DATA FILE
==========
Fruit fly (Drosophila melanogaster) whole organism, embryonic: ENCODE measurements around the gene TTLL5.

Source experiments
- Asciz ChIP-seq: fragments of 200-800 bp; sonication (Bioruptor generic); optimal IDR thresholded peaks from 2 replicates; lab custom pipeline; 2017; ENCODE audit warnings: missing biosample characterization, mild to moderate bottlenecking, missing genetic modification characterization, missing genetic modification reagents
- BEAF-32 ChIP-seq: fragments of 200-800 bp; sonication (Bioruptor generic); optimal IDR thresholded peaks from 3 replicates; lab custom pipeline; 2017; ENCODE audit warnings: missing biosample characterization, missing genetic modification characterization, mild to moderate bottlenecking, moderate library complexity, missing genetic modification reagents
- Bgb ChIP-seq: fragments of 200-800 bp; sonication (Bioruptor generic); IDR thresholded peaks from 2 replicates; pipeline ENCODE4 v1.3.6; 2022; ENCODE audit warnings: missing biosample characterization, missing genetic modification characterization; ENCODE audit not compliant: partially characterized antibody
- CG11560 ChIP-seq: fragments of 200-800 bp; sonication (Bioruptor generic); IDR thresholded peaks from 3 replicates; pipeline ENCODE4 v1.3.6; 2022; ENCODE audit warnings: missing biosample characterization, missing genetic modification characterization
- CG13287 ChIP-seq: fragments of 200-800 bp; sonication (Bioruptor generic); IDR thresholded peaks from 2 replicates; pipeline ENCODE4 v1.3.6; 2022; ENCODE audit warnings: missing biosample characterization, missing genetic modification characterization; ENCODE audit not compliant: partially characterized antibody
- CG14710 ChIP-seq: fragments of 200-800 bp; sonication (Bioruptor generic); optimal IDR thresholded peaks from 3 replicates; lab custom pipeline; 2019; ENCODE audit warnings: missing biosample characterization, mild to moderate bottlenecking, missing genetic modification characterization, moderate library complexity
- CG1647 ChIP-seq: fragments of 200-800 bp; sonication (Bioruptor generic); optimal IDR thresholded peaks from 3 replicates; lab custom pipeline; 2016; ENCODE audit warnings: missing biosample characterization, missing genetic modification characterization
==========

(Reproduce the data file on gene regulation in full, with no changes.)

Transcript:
Fruit fly (Drosophila melanogaster) whole organism, embryonic: ENCODE measurements around the gene TTLL5.

Source experiments
- Asciz ChIP-seq: fragments of 200-800 bp; sonication (Bioruptor generic); optimal IDR thresholded peaks from 2 replicates; lab custom pipeline; 2017; ENCODE audit warnings: missing biosample characterization, mild to moderate bottlenecking, missing genetic modification characterization, missing genetic modification reagents
- BEAF-32 ChIP-seq: fragments of 200-800 bp; sonication (Bioruptor generic); optimal IDR thresholded peaks from 3 replicates; lab custom pipeline; 2017; ENCODE audit warnings: missing biosample characterization, missing genetic modification characterization, mild to moderate bottlenecking, moderate library complexity, missing genetic modification reagents
- Bgb ChIP-seq: fragments of 200-800 bp; sonication (Bioruptor generic); IDR thresholded peaks from 2 replicates; pipeline ENCODE4 v1.3.6; 2022; ENCODE audit warnings: missing biosample characterization, missing genetic modification characterization; ENCODE audit not compliant: partially characterized antibody
- CG11560 ChIP-seq: fragments of 200-800 bp; sonication (Bioruptor generic); IDR thresholded peaks from 3 replicates; pipeline ENCODE4 v1.3.6; 2022; ENCODE audit warnings: missing biosample characterization, missing genetic modification characterization
- CG13287 ChIP-seq: fragments of 200-800 bp; sonication (Bioruptor generic); IDR thresholded peaks from 2 replicates; pipeline ENCODE4 v1.3.6; 2022; ENCODE audit warnings: missing biosample characterization, missing genetic modification characterization; ENCODE audit not compliant: partially characterized antibody
- CG14710 ChIP-seq: fragments of 200-800 bp; sonication (Bioruptor generic); optimal IDR thresholded peaks from 3 replicates; lab custom pipeline; 2019; ENCODE audit warnings: missing biosample characterization, mild to moderate bottlenecking, missing genetic modification characterization, moderate library complexity
- CG1647 ChIP-seq: fragments of 200-800 bp; sonication (Bioruptor generic); optimal IDR thresholded peaks from 3 replicates; lab custom pipeline; 2016; ENCODE audit warnings: missing biosample characterization, missing genetic modification characterization